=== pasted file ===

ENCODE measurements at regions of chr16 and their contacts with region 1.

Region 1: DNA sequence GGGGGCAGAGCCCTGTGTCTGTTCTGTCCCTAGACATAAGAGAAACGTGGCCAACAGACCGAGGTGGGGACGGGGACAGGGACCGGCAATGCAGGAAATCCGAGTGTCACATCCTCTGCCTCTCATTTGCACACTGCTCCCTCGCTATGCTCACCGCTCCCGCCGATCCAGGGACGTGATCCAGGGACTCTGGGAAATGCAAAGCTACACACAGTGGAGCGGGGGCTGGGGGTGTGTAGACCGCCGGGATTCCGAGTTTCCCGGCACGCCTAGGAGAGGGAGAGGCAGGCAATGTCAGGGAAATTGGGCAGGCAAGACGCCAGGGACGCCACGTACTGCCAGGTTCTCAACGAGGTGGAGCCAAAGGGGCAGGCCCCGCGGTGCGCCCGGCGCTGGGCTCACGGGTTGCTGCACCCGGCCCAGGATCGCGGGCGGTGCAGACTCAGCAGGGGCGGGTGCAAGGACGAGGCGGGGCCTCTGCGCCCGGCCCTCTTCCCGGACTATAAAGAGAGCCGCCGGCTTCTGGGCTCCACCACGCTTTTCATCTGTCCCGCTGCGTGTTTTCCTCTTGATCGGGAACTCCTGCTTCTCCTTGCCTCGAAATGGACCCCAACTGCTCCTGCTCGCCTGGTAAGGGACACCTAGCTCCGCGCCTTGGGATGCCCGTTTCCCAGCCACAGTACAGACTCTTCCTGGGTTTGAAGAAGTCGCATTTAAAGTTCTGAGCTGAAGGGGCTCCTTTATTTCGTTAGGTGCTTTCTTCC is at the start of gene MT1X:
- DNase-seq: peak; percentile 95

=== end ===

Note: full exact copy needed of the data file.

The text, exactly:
ENCODE measurements at regions of chr16 and their contacts with region 1.

Region 1: DNA sequence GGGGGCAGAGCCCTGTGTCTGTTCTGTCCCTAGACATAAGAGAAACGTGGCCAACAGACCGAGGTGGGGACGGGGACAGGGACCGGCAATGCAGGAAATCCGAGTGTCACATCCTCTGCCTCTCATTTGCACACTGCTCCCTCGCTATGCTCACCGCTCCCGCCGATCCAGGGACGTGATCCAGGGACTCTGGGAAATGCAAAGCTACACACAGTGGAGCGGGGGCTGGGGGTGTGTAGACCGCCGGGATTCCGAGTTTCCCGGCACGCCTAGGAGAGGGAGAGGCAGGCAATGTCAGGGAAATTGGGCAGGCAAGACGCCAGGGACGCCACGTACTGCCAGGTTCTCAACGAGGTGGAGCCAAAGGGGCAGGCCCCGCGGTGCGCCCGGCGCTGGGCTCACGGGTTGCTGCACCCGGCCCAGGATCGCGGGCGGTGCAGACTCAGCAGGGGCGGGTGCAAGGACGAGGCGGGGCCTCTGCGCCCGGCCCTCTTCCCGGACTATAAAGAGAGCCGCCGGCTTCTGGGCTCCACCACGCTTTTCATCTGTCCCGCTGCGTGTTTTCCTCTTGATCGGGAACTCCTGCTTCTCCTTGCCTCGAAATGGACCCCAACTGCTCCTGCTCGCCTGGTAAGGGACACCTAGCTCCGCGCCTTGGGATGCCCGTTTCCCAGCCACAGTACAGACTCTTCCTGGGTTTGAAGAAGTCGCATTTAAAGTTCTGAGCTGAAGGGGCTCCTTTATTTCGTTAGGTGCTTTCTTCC is at the start of gene MT1X:
- DNase-seq: peak; percentile 95